When his testimony wraps up sometime in the coming days, the man once known as Shaher Elsohemy will step off the stand and disappear back into the arms of the witness protection program. For obvious reasons, nothing about his new life can be revealed. Not his fake name. Not his whereabouts. Nothing. But one thing is absolutely certain: when he does leave the witness box and return to location unknown, he can walk away a happy man—vindicated, finally, after all these years.
Until last week, when he showed his face for the first time since 2006, Elsohemy was famous for two things: helping the RCMP topple the worst of the so-called “Toronto 18,” and being paid millions of dollars in the process. For more than three years, the Mounties’ star informant had to stay hidden in the shadows and keep his mouth shut while countless fellow Muslims attacked his credibility. They called him a traitor. A rat. A money-hungry snitch who deserves to “suffer in this life and the next.” More than one defence lawyer accused him of concocting lies in order to line his pockets.
Today, the truth could not be clearer. Elsohemy was not motivated by dollar bills, and the terrorist plot he helped unravel was very, very real.
Although 18 people were rounded up in the raids of June 2, 2006, only four were accused of conspiring to set off a trio of explosions in southern Ontario. It was Elsohemy who infiltrated that core group, shared their deadly plans with police, and helped orchestrate the sting operation that brought them down. Three of the four have since pleaded guilty, including the confessed ringleader, Zakaria Amara (who now insists he no longer subscribes to the radical Islamic ideology that fuelled his murderous fantasies).
On Monday, with the RCMP’s prized asset safely tucked away in a nearby room, Amara was handed the harshest sentence possible: life behind bars. The punishment ensures the aspiring truck-bomber will stay in prison until the day he dies, or the day the National Parole Board decides he is no longer a threat. The judge’s words, read to a packed courtroom, confirmed what Elsohemy has long known. “What this case revealed was spine-chilling,” Justice Bruce Durno said. “The potential for loss of life existed on a scale never before seen in Canada. It was almost unthinkable.”
Back on the witness stand Tuesday morning, Elsohemy clarified some facts about the other lingering issue: his hefty compensation. As first reported in Maclean’s, the self-made businessman negotiated an unprecedented deal with the Mounties that guaranteed his family up to $4 million in cash, cars and houses for abandoning their identities in the name of national security. William Naylor, who represents Shareef Abdelhaleem—the fourth and final bombing suspect—tried to suggest during cross-examination that Elsohemy jumped at the chance to profit from his undercover exploits. His strategy flopped. Badly.
It turns out Elsohemy was co-operating with Canada’s spy agency, free of charge, as far back as January 2006, more than five months before the bust. Discussions about compensation only began in mid-April, when CSIS shared their well-placed mole with the Mounties—and the cops asked him to work as an agent, testify in court, and leave his entire life behind. “I was asked to think about it and come back at another date and talk about numbers,” Elsohemy said. “The cost of relocation and the suffering myself and my family had to go through was mentioned in the negotiations. The value of the work was also mentioned in the negotiations. They were separate issues, but they were both used in the negotiations.”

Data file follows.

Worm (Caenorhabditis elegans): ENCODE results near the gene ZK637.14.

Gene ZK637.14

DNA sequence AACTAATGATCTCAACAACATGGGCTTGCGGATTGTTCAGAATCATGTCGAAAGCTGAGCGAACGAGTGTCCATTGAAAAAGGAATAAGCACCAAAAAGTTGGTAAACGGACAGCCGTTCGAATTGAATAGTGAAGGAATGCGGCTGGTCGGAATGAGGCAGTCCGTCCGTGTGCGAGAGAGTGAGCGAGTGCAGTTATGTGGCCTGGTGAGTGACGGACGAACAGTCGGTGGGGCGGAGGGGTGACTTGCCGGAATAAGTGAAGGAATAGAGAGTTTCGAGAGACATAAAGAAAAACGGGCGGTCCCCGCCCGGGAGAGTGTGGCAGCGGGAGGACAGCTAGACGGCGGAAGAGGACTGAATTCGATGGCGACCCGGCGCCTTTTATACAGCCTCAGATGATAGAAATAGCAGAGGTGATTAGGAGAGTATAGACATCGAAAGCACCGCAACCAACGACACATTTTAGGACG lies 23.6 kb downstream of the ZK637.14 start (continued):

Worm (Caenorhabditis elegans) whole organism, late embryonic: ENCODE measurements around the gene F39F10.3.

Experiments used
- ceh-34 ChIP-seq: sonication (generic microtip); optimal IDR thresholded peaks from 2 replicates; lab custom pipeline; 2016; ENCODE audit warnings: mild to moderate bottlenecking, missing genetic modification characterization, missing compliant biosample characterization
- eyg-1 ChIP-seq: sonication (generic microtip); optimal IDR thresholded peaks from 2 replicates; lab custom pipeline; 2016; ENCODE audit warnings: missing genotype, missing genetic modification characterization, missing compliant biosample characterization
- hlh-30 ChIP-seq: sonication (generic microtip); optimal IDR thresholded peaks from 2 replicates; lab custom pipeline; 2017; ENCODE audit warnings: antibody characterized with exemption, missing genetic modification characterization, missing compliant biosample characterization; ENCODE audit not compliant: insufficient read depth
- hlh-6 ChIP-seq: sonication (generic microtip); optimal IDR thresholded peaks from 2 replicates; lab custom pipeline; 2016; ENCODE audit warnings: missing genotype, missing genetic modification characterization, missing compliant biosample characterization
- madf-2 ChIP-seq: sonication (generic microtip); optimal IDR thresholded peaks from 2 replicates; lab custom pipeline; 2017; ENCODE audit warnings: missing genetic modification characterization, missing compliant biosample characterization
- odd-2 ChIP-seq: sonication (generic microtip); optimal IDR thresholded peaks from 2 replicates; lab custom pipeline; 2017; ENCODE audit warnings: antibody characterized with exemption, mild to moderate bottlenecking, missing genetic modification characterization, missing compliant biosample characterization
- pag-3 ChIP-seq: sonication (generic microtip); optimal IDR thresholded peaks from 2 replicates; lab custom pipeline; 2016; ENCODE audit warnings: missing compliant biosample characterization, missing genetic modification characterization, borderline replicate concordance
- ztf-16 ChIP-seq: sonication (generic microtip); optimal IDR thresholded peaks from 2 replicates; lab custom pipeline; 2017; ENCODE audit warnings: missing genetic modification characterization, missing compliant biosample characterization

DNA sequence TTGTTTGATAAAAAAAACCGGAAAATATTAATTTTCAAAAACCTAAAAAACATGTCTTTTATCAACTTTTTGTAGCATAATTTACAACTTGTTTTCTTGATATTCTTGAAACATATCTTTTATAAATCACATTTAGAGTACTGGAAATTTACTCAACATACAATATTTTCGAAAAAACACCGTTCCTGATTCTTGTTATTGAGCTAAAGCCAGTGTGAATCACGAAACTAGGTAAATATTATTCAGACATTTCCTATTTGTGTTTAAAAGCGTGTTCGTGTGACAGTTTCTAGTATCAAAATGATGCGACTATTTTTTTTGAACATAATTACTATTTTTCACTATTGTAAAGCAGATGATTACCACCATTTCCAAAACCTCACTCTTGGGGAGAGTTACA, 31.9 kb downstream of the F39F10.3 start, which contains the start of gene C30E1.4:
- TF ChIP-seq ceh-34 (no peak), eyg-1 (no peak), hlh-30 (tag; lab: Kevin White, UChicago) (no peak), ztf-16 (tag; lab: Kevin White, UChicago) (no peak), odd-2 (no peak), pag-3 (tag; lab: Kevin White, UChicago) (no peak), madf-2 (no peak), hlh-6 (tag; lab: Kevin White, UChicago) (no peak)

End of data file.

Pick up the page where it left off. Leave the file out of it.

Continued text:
He kicked off the bargaining with a request for $15.4 million, arguing that his family deserves a “comfortable lifestyle” and that “the value of the investigation, i.e., stopping the terrorist act, would be worthy of that amount if there was no damage to life or property.” When the Mounties balked, Elsohemy did not abandon the investigation. He continued to provide crucial information to anti-terror detectives, and never once threatened to walk away.
According to documents viewed in court, after more than two weeks of talks both sides settled on a figure worth up to $3.99 million, including $1 million in “pure awards” ($500,000 for Elsohemy, $250,000 for his parents, and $125,000 for each of his brothers). The deal also listed a number of conditional amounts, including tens of thousands of dollars to cover debt repayment, dental work, and furniture purchases.
But as Elsohemy pointed out on the stand, his family actually received less than $3.99 million. Some of the items promised by the RCMP included an “up to” clause (ie. up to $900,000 for a new house, up to $750,000 for the loss of his business, a travel agency that specialized in tours to Egypt). That doesn’t necessarily mean his current home cost $900,000, or that his company was worth exactly $750,000. It just means that the Mounties refused to exceed that amount. “That number has not been used in totality even up until today,” he testified. “I’m not sure how much was used and how much was not.”
When asked to reveal the precise amount his family has received, Elsohemy repeated that he simply wasn’t sure. “Honestly, I have never calculated the numbers myself.” In fact, the first time he heard the $4 million figure was when he read it in Maclean’s in 2007.
Whatever the final tally, many Canadians would agree that it was worth every penny. If Amara and his underlings managed to set off his remote-controlled detonators, hundreds, if not thousands, would have perished in the blasts. Instead, only a handful of lives—the seven members of the Elsohemy family—have been altered forever.